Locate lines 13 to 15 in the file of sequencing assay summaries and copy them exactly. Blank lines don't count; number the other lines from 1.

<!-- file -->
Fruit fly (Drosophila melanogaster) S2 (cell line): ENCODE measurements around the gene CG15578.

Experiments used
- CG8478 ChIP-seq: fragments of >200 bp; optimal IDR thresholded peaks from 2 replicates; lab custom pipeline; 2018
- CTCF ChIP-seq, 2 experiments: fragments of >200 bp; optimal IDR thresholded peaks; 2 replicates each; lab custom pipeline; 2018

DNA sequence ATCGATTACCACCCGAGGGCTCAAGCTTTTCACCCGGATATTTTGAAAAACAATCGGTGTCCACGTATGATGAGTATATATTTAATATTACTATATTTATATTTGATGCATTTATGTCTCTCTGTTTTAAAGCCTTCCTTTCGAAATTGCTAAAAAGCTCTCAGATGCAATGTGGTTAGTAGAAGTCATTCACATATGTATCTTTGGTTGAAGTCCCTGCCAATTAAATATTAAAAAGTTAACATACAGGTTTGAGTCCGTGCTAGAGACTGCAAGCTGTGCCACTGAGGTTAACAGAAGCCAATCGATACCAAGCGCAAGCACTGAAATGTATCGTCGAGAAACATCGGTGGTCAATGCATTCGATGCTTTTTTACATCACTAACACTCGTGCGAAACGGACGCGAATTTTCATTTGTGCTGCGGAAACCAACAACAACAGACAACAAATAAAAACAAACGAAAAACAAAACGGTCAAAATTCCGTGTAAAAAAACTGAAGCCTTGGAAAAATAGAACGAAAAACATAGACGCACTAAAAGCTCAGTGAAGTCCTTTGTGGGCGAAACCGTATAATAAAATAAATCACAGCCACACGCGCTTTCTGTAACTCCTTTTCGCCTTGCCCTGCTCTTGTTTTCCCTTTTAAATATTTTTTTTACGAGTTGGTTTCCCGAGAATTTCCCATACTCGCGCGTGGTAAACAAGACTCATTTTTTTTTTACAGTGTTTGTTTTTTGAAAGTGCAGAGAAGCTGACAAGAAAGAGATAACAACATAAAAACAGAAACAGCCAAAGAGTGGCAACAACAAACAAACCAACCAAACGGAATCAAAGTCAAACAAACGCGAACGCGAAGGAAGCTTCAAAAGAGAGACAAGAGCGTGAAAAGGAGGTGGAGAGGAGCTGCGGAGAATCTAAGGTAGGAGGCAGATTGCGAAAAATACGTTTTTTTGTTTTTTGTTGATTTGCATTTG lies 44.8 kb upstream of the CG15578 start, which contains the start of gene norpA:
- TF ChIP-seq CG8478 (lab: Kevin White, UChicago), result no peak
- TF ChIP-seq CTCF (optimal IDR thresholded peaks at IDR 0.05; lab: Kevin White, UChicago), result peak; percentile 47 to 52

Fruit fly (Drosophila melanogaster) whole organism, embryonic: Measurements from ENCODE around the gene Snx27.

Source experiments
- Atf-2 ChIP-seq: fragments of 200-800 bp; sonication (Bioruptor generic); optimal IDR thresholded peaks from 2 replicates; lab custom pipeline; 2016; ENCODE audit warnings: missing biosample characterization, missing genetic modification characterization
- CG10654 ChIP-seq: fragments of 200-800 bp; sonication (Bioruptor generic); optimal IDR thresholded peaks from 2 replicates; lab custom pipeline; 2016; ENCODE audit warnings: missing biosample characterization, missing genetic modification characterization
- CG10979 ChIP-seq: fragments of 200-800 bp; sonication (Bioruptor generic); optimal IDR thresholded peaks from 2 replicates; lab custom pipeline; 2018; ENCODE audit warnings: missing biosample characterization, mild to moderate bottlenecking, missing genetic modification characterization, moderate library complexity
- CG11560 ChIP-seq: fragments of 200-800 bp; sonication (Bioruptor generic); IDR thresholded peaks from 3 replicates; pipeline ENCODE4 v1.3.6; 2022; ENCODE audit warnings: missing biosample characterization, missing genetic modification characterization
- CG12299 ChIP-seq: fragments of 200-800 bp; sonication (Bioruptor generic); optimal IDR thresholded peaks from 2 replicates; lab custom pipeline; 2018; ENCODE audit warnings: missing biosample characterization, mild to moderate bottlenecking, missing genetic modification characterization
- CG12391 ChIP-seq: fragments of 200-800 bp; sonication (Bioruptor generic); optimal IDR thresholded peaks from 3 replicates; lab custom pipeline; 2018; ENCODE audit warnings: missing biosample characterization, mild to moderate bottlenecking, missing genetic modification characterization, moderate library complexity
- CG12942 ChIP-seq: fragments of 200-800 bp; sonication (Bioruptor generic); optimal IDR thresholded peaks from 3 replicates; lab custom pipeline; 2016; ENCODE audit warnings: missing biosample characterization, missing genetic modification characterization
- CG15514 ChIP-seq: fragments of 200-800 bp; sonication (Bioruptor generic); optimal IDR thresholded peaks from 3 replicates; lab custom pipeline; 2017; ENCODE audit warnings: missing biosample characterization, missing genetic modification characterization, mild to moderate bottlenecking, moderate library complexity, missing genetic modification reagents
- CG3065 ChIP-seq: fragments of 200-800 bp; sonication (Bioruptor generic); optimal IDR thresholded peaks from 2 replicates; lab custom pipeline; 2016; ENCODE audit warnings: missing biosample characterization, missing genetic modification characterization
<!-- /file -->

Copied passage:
- CG11560 ChIP-seq: fragments of 200-800 bp; sonication (Bioruptor generic); IDR thresholded peaks from 3 replicates; pipeline ENCODE4 v1.3.6; 2022; ENCODE audit warnings: missing biosample characterization, missing genetic modification characterization
- CG12299 ChIP-seq: fragments of 200-800 bp; sonication (Bioruptor generic); optimal IDR thresholded peaks from 2 replicates; lab custom pipeline; 2018; ENCODE audit warnings: missing biosample characterization, mild to moderate bottlenecking, missing genetic modification characterization
- CG12391 ChIP-seq: fragments of 200-800 bp; sonication (Bioruptor generic); optimal IDR thresholded peaks from 3 replicates; lab custom pipeline; 2018; ENCODE audit warnings: missing biosample characterization, mild to moderate bottlenecking, missing genetic modification characterization, moderate library complexity